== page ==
Fans who watched the Iowa women’s basketball game Thursday night saw Scott Fruehling in action.
If he was doing his job right, however, nobody noticed him.
As a top-tier referee in big-time college basketball, the Marion High School teacher and former coach is expected to keep games under control but otherwise stay out of the way of play.
Do no harm, the same as a doctor’s creed.
And, by the same token, make no mistakes.
“Officiating,” says the prime time practitioner, “is one of those professions where you’re supposed to start out perfect and then get better.”
It’s also an occupation that rarely lets him work close to home. The game at Iowa City was an exception. The night before, he was in Wyoming. And he was in Texas last Sunday. Another trip had him in New Mexico one day and New York the next.
“You get to see a lot of airports,” he says, “and ride in a lot of taxicabs.”
And, since he’s a full-time business and social studies teacher first, it often makes for a hectic schedule.
For last week’s Texas Christian assignment, he drove to St. Louis Sunday morning for a flight to Dallas, got back to St. Louis at 4 a.m. Monday, drove home and was in his classroom by 7:30.
Fruehling has 45 college women’s games on his docket this winter.
“The majority of them are on the weekends, so that’s usually not a problem,” he says. “Once in a while, I’ll have to use one of my personal days off from school. But that’s not often.”
He primarily works for six major Division I conferences: Big 10, Big 12, Missouri Valley, Summit, Atlantic 10 and Mountain West. So, his travel itinerary takes him coast-to-coast.
And since he worked the small college circuit early in his career, he still does a few of their games as well as a handful of area junior college men’s games. Some weeks, he might have as many as five jobs lined up; some weeks, just one.
A 1983 graduate of Kennedy High School, he was recruited for his first job by a teammate on the Mount Mercy College baseball team.
“I started out umpiring Babe Ruth baseball, and by my second year was doing high school varsity games.”
Not long after graduating from Mount Mercy in the spring of 1991 and before beginning his teaching career at Marion that fall, Fruehling earned a footnote in local baseball lore. With longtime athletic official and sports writer Bob “Scoop” Lana, he umpired the final home game of the final season when little Norway won the Class A state championship.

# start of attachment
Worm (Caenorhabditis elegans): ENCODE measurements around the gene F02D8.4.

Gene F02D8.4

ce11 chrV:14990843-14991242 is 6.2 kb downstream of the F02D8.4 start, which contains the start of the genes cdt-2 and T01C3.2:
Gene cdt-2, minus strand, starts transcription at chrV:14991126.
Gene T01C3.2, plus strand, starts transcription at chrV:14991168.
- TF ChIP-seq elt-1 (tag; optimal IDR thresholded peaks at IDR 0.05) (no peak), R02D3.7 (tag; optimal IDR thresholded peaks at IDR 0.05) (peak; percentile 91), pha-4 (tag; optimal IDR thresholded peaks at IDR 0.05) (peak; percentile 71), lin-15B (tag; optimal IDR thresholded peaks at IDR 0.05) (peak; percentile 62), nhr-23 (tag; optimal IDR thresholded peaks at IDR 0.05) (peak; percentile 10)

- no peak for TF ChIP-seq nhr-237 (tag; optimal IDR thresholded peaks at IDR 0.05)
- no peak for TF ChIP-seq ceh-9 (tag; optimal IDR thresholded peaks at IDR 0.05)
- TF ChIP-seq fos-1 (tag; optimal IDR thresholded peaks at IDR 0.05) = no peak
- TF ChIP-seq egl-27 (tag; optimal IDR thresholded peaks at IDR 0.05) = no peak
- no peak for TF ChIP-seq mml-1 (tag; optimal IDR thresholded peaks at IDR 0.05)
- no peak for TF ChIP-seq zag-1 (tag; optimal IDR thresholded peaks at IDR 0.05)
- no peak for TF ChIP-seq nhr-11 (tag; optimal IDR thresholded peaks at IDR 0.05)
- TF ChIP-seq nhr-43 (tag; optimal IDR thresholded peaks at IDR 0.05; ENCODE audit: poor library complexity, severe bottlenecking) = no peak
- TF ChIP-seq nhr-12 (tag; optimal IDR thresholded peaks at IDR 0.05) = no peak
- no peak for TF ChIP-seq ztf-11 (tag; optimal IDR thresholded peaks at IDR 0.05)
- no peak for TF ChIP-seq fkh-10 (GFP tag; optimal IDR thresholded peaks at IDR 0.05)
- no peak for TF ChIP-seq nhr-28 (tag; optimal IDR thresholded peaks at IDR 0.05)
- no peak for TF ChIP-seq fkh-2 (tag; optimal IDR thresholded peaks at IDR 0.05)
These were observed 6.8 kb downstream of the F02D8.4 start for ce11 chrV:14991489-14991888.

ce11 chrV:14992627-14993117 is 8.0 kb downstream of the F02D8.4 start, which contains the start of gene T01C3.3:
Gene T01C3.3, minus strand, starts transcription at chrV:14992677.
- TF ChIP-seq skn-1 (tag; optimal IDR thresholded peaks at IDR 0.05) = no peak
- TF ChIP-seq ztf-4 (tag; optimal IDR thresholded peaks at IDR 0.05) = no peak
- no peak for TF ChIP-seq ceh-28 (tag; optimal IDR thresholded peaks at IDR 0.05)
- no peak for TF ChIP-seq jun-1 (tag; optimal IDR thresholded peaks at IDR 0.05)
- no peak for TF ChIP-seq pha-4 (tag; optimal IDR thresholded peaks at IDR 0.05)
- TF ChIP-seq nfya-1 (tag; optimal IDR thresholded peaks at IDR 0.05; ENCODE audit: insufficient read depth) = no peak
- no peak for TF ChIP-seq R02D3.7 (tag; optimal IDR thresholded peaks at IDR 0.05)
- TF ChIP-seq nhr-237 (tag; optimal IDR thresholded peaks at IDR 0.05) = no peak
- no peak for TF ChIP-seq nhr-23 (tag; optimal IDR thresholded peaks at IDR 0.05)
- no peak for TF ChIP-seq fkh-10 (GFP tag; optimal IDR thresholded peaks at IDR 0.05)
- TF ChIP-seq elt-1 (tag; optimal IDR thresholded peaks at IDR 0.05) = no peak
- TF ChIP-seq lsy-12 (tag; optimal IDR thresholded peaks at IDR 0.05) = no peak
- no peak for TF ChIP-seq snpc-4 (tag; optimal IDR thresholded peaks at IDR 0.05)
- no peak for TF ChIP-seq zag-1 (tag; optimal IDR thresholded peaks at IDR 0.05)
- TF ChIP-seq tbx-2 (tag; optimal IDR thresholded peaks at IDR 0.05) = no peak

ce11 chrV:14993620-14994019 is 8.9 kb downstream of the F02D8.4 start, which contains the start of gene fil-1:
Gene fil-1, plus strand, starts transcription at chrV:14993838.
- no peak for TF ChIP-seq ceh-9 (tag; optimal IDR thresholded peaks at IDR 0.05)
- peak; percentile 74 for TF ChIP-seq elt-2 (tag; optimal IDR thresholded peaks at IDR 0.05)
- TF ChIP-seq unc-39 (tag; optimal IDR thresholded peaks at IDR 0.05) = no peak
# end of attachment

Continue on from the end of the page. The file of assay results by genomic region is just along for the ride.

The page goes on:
By that time, the novice whistle-blower was officiating a full slate of high school football and basketball as well as baseball. He soon moved up to small colleges in all three sports. And he was also coaching baseball and football at the high school.
Besides that, he’s been a part-time volunteer reserve officer with the Cedar Rapids Police Department for the past 17 years.
He eventually settled on refereeing only basketball, and in the summer of 1996 worked at camps around the country to catch the eye of major conference supervisors of officials. The first to hire him was Jim Bain of the Missouri Valley Conference, a scourge among some Hawkeye fanatics for an admitted missed call that famously sent Coach Lute Olson into hysterics. Bain even received death threats.
“He was a mentor to me,” Fruehling says. “I don’t know of a more fair-minded man.
“A great official, too. A legend, really. And in a good way.”
Following in those footsteps, he spent the first 10 years of his Division I duties with men’s basketball, adding the Big 12 and Mid-Continent leagues to his schedule.
Five years ago, he switched to the women’s side.
A divorced father of two daughters, Lauren, 11, and Leah, 7, he says he began to take more interest in girls sports.
“I enjoy different aspects of both the men’s and women’s games,” says the veteran official. “The speed of the game is a little different. And the men’s game is more vertical, while the women’s is more horizontal.
“But you have tremendous athletes in both at this level of the sport.”
He says former Linn-Mar prep Jamie Printy, for instance, is one of the best he’s ever seen. She led the Iowa women with 22 points Thursday as they outdueled Mississippi Valley State, 86-80.
Though there weren’t any dunks, the Hawks set a school record with 14 3-pointers (three by Printy) and the Devilettes connected on 11 from long-range.
Refs like Fruehling who know the game from all angles say while the men may score more from above the rim, the women sure know how to shoot from afar.
Either way, he says, “Basketball is still basketball.”
(Editor’s note: Scott and Tom Fruehling are not related.)
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